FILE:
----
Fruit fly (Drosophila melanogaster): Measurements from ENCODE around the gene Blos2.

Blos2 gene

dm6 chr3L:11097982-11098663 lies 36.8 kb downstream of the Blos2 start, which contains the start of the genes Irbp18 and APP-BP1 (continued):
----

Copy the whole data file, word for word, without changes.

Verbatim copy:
Fruit fly (Drosophila melanogaster): Measurements from ENCODE around the gene Blos2.

Blos2 gene

dm6 chr3L:11097982-11098663 lies 36.8 kb downstream of the Blos2 start, which contains the start of the genes Irbp18 and APP-BP1 (continued):